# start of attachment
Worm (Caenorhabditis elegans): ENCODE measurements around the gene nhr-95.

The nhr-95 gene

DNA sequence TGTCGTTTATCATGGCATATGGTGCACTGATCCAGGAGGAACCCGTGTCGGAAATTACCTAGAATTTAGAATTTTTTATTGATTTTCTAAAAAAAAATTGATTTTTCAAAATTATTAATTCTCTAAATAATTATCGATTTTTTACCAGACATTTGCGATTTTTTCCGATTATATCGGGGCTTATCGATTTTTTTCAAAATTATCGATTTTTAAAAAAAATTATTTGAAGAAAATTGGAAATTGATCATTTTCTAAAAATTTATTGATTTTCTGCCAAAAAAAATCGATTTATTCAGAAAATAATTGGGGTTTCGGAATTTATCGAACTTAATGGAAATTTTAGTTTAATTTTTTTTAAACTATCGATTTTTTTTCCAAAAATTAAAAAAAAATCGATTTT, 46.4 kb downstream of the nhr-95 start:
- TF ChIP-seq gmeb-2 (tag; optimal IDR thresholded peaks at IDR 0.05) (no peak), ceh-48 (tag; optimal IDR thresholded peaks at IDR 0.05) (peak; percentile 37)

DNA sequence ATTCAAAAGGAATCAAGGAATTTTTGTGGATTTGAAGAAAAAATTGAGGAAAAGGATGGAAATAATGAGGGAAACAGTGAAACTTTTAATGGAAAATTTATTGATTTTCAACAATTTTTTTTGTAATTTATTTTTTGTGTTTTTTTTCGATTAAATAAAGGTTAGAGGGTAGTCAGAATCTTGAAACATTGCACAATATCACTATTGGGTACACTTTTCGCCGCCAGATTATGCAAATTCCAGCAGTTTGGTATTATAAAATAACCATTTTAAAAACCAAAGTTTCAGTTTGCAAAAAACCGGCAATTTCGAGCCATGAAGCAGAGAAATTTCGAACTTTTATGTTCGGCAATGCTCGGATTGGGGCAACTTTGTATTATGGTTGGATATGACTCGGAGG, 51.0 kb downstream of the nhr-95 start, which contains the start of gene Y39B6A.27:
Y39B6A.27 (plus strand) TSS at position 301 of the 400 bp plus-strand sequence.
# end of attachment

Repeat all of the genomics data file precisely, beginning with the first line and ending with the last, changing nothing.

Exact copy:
Worm (Caenorhabditis elegans): ENCODE measurements around the gene nhr-95.

The nhr-95 gene

DNA sequence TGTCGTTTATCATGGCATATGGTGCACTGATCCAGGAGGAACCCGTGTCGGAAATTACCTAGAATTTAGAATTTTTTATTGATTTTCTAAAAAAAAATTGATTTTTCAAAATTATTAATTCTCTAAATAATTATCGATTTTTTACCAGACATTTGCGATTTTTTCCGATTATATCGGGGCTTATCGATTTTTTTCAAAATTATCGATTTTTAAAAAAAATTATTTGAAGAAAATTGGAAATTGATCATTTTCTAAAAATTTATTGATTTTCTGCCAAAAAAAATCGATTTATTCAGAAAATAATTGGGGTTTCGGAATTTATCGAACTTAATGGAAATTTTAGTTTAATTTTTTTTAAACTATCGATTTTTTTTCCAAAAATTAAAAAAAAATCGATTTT, 46.4 kb downstream of the nhr-95 start:
- TF ChIP-seq gmeb-2 (tag; optimal IDR thresholded peaks at IDR 0.05) (no peak), ceh-48 (tag; optimal IDR thresholded peaks at IDR 0.05) (peak; percentile 37)

DNA sequence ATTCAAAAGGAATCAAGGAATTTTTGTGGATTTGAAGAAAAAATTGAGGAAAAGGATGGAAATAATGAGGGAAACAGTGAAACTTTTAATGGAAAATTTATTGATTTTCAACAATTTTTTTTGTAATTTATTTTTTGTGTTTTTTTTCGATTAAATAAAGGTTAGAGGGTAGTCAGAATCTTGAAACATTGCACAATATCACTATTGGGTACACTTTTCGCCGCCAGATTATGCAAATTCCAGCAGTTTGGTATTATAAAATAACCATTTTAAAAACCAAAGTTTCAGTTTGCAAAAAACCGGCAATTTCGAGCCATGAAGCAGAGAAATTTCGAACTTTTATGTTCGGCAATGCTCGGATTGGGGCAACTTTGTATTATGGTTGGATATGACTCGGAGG, 51.0 kb downstream of the nhr-95 start, which contains the start of gene Y39B6A.27:
Y39B6A.27 (plus strand) TSS at position 301 of the 400 bp plus-strand sequence.